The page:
Disclaimer: Neither GS1 nor its member organisations nor their staff have real or apparent authority to speak for the regulatory authorities or grant exemptions. GS1 offers advisory services focused on GS1 standards, after a supplier’s staff including its internal regulatory experts have determined the correct path to compliance. GS1 is a voluntary organisation and its members have and must continue to determine their own course of action. GS1 provides recommendations. GS1 Global Office, GS1 member organisations and GS1 staff assume no liability for members actions taken upon its advice.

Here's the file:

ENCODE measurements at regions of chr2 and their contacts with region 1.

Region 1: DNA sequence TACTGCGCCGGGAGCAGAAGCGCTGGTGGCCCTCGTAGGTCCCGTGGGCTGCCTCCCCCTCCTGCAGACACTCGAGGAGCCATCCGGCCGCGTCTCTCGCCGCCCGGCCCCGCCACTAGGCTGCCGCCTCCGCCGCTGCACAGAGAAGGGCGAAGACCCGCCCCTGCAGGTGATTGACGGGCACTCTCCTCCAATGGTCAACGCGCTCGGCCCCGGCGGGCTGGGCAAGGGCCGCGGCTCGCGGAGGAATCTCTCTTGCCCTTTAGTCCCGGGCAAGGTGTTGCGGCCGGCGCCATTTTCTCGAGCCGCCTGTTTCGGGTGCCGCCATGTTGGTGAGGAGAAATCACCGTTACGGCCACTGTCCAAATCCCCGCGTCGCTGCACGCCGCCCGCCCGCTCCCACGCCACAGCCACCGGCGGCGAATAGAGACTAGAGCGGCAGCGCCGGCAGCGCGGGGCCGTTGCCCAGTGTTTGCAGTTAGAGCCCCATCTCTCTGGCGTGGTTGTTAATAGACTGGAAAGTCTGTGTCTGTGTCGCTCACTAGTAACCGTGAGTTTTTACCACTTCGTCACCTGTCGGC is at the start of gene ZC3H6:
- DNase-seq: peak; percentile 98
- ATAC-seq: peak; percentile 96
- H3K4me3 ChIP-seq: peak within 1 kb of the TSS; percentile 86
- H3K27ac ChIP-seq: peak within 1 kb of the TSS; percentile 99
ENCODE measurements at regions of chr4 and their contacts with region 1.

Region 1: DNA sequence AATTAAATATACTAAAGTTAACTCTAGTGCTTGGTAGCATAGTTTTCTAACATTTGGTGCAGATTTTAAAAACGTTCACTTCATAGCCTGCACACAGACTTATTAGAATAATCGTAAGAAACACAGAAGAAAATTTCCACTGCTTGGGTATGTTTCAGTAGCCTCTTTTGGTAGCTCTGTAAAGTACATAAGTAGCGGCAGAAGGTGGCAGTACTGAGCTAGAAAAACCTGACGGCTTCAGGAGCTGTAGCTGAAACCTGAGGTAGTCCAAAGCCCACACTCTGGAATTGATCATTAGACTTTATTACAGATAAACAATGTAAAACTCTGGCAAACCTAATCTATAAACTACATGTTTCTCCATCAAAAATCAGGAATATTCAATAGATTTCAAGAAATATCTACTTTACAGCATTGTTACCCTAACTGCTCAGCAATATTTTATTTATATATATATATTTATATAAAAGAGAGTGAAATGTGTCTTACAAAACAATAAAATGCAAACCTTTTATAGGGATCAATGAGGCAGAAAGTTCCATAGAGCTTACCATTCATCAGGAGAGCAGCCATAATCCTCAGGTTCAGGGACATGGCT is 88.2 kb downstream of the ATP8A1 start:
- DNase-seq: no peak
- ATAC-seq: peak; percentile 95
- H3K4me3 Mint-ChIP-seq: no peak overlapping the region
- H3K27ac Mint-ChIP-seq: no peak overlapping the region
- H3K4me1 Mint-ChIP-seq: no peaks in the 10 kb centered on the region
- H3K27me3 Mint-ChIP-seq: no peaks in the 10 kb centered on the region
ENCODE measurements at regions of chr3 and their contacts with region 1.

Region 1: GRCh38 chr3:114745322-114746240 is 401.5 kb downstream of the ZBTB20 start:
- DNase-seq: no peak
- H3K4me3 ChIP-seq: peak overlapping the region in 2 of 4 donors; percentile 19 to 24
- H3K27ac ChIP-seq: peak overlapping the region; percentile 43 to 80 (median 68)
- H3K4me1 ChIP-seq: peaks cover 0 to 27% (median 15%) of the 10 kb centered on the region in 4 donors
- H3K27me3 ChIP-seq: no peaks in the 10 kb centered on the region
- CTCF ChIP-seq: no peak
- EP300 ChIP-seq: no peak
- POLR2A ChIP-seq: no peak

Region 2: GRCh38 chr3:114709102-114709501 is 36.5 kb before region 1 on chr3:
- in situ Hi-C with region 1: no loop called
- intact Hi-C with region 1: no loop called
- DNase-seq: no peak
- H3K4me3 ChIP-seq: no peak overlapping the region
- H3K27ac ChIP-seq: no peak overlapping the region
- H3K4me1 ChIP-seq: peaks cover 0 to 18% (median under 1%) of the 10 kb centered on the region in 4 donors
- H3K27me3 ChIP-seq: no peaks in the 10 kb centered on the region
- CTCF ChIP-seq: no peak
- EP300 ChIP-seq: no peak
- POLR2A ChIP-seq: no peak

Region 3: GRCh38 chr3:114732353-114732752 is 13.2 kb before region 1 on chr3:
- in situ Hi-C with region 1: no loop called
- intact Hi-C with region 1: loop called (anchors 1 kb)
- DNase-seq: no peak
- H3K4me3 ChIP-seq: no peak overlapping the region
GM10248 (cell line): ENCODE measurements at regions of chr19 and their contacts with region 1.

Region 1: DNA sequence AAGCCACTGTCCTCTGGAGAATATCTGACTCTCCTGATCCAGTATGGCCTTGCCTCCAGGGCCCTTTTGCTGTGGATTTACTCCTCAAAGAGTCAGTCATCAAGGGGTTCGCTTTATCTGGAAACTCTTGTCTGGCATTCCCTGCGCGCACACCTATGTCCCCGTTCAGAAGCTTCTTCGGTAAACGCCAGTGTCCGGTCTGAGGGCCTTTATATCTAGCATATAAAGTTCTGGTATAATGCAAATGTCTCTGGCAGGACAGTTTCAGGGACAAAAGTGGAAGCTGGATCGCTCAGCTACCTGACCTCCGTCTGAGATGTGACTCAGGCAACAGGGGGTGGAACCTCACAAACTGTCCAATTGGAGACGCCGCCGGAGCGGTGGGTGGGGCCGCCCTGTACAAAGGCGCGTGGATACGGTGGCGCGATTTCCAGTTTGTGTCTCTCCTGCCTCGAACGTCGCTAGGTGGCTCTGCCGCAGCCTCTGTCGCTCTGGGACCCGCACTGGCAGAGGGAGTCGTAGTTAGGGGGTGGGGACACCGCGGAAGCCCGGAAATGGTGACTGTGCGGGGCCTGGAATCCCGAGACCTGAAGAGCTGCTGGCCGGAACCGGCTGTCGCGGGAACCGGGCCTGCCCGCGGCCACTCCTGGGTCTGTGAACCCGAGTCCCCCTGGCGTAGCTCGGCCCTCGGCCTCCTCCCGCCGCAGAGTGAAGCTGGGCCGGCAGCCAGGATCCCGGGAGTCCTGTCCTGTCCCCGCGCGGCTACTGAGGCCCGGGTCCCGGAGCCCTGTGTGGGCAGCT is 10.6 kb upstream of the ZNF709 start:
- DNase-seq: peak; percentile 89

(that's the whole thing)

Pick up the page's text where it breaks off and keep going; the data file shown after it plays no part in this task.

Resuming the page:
A Unique Device Identification (UDI) system is intended to provide single, globally harmonized positive identification of medical devices through distribution and use, requiring the label of devices to bear a globally unique device identifier (to be conveyed by using Automatic Identification and Data Capture and, if applicable, its Human Readable Interpretation) based upon standard, with the UDI-DI (Device Identifier) of that unique identifier being also linked to a jurisdiction-specific public UDI database (source: International Medical Device Regulators Forum (IMDRF): http://www.imdrf.org/).
The United States Food and Drug Administration (FDA), the European Commission and other regulators have made patient safety a strategic priority by developing UDI regulations for Medical Devices and In Vitro Diagnostic (IVD) Devices and are aiming for a globally harmonised and consistent approach aligned on the IMDRF Guidelines.